Courage is essential to change leadership. It’s a magic carpet that can carry us over the edge of change.

 

Finding the courage to pursue your dreams by speaking them out loud takes time and practice, but it is a skill worth nurturing. 

I grew up in a small market town, ten miles from the Lake District in the North of England, home to The Factory and a view of the mountainous shoulders of Skiddaw. 

My father was an idealist, my mother a realist. When I was seven, she asked me what I wanted for Christmas.

“A carpet,” I said.

“A carpet?” she asked. “Do you mean a rug?”

“Yes,” I said, not daring to offer more information.

“No toys?”

“No, thank you.”

Santa brought me the rug. It was white synthetic goat skin, not the Persian carpet I’d had in mind. Nevertheless I hurtled upstairs to unfurl the adventure, for this was to be my magic carpet!

It didn’t fly as I’d imagined it would.

Sitting on my rug, I realized I should have told my Mam it was meant to be a magic carpet. I’d been scared that she would laugh, or say it was not possible. I thought Santa would help her out with the magic part!

I decided that next time I wanted something, I’d have the courage to be more specific. I lay down in the scratchiness of the rug and daydreamed my way to foreign lands.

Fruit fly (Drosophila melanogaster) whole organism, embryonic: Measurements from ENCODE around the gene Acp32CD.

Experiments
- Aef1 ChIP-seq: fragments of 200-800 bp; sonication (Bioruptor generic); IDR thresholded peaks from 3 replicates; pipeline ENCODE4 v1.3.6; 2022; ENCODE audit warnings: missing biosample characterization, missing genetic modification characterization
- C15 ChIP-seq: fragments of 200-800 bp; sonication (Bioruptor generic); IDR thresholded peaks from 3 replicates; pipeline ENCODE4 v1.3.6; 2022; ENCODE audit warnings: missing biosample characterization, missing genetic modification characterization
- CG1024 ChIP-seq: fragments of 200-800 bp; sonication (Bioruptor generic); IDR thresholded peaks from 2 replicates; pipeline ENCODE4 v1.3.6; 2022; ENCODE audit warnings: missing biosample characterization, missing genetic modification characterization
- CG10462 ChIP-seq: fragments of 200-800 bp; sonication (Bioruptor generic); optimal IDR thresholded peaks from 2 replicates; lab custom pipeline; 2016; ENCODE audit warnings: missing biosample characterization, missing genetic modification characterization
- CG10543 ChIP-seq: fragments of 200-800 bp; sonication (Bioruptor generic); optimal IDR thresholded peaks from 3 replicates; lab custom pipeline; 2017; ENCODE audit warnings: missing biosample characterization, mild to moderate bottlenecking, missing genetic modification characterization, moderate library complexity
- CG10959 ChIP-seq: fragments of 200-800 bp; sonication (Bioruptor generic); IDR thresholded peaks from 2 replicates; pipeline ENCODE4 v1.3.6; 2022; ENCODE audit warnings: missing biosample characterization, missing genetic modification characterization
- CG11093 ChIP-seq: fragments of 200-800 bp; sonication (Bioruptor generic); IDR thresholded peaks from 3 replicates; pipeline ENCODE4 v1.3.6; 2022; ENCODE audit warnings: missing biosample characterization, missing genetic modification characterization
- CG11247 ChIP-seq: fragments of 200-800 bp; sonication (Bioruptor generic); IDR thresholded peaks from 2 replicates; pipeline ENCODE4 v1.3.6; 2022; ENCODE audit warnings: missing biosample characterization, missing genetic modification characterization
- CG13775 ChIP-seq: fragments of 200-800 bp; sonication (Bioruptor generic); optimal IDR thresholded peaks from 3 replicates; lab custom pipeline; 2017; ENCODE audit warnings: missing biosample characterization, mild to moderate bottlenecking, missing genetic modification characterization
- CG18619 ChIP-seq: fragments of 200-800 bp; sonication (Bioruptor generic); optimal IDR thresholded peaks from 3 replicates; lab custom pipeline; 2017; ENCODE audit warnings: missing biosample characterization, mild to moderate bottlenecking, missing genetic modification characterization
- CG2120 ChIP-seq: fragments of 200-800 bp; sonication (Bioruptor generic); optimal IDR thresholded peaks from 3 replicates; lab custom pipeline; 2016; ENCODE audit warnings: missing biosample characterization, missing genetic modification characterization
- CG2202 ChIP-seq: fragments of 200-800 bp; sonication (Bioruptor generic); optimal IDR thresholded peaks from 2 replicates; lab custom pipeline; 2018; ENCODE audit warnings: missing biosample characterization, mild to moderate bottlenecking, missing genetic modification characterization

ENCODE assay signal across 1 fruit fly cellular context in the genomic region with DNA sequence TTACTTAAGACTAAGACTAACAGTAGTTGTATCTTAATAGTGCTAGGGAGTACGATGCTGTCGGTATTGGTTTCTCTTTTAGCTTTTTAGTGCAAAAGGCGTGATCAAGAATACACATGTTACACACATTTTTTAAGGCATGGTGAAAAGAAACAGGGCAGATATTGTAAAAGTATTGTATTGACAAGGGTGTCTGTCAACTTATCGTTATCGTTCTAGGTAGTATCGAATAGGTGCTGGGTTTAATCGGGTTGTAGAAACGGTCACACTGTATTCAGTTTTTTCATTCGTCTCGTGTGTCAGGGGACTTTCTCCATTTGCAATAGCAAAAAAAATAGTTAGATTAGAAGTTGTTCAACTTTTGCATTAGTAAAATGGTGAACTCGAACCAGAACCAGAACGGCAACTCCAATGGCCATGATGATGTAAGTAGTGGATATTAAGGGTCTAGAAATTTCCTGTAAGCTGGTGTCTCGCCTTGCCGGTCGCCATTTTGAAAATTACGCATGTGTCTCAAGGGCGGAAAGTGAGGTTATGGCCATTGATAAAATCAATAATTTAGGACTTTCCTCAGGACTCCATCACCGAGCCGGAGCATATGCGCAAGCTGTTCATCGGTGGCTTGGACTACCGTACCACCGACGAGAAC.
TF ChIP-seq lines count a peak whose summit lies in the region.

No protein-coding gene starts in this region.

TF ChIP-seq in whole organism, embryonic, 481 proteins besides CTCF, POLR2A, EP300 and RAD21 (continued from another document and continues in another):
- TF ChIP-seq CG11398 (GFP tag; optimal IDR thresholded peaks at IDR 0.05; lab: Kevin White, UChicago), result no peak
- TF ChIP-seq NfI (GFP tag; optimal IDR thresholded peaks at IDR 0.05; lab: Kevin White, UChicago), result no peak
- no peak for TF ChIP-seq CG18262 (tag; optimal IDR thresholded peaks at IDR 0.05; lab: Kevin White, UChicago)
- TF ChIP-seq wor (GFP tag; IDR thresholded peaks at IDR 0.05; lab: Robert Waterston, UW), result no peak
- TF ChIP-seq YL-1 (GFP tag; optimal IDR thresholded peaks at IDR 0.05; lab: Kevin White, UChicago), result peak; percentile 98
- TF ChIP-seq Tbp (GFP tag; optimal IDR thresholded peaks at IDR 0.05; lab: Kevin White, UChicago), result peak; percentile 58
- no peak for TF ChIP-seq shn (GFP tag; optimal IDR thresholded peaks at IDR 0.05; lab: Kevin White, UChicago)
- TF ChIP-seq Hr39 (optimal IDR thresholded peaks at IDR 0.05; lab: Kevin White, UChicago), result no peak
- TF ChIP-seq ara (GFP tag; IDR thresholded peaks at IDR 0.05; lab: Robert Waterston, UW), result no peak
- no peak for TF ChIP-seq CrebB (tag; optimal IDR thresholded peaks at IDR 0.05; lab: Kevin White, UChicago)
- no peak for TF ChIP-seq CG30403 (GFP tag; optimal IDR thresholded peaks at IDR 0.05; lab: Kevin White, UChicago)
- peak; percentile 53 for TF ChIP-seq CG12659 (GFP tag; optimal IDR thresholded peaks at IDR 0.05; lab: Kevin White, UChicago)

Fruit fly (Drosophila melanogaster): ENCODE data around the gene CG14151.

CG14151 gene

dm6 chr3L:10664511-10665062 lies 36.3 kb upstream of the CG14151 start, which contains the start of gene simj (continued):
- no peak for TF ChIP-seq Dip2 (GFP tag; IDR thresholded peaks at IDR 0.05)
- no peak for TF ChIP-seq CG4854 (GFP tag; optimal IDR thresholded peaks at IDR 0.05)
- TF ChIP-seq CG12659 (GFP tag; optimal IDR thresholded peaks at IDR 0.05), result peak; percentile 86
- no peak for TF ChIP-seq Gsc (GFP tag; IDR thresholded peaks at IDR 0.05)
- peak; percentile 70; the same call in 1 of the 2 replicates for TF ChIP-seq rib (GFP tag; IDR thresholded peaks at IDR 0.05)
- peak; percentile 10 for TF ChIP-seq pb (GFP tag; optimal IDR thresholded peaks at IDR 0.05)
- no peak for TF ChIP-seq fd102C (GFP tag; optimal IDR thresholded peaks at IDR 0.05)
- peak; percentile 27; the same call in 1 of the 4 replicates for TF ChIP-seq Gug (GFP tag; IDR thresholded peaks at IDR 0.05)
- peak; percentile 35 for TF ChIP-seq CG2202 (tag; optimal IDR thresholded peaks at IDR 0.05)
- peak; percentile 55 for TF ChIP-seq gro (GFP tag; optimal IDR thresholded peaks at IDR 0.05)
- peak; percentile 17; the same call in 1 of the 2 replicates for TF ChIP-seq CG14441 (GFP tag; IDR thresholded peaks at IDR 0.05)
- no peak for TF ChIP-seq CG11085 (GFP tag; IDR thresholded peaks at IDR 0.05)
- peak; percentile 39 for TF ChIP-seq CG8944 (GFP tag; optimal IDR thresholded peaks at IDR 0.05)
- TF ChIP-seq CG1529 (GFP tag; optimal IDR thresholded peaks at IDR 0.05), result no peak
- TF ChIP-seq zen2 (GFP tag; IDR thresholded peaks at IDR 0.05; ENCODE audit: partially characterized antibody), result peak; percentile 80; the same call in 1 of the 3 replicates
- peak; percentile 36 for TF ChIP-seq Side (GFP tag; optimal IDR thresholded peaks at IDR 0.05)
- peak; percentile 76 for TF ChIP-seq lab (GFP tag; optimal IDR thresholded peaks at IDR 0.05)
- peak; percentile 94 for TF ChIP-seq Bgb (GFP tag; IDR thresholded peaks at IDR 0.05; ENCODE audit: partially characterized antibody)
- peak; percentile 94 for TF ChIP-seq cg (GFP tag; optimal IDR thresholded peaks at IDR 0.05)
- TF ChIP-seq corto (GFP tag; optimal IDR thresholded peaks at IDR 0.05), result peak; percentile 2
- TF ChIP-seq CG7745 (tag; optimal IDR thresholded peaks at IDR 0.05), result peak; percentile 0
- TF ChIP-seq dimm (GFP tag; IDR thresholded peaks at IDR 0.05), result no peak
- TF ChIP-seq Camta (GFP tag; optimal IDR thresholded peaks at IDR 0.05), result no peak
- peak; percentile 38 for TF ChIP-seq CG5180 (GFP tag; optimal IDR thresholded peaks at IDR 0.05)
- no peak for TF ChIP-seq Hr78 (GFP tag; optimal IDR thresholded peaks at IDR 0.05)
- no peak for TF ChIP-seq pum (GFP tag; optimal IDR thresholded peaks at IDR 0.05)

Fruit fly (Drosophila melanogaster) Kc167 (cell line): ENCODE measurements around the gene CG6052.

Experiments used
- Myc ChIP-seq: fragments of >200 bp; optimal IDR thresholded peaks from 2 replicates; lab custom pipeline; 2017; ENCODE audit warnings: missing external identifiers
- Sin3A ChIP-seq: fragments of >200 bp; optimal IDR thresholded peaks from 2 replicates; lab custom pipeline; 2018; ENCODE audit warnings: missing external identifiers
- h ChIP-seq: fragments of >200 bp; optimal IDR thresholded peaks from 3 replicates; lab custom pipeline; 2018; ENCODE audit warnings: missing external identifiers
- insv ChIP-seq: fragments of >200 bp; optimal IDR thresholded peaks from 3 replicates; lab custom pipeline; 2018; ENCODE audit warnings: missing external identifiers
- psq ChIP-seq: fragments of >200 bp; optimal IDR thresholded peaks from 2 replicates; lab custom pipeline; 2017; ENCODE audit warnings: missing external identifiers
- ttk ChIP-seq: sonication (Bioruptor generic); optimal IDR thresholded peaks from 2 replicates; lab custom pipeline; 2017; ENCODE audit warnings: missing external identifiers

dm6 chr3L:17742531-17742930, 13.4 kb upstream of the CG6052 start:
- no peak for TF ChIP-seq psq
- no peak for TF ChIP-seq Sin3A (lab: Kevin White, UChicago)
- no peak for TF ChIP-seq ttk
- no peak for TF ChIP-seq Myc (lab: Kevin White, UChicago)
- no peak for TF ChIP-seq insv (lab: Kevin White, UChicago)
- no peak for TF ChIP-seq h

“Life shrinks or expands in proportion to one’s courage.” 

• Anaïs Nin

 

Years later in London, I sat down to be interviewed for an administrative job. I hoped it would pay for my master’s degree, allowing me to do the work I dreamed of doing in Africa. 

The director asked what I wanted to do with my life. I gathered my courage and was specific with what I told her. I didn’t leave anything out – including my vision of living in Africa one day.

Then she asked me if I could type, and if I had my driver’s license. I knew I’d lost the administrative job.

“I learned that courage was not the absence of fear, but the triumph over it.” 

• Nelson Mandela

 

Still, my courage in telling the truth paid off. The director gave me the work I’d described, a position that up to that point hadn’t existed in that organization. Six months later, I was on a plane headed for Tanzania, East Africa.

Over the years, I have practiced sharing with others what I want and dream for myself and the world. It’s uncomfortable. I risk being vulnerable. I’ve opened myself up to potential ridicule and being told it’s not possible.

Yet each time I find the courage to share my heart, it’s been worth the risk. I’ve discovered allies.

 

Allies who connect with the heart of my vision. Allies that support me to go over the edge and make what’s possible a reality.

My allies have championed, supported, and sponsored me. They have cheered me on, blown a trumpet for me, opened doors, and guided me in the right direction. Some have even clambered up on to the magic carpet and joined me for the ride.

What visions do you hold close in your heart? Unfurl your magic carpet. Gather your allies. Find the courage to speak your dreams aloud, so that the process of turning them into reality can begin.

Kerry Woodcock, Ph.D., coaches pioneers and influencers to amplify the power of relationship and lead over the edge of change. As Principal of Novalda, she develops change leadership capability in organizations and social systems. 

Question | Has courage ever taken you over the edge of change?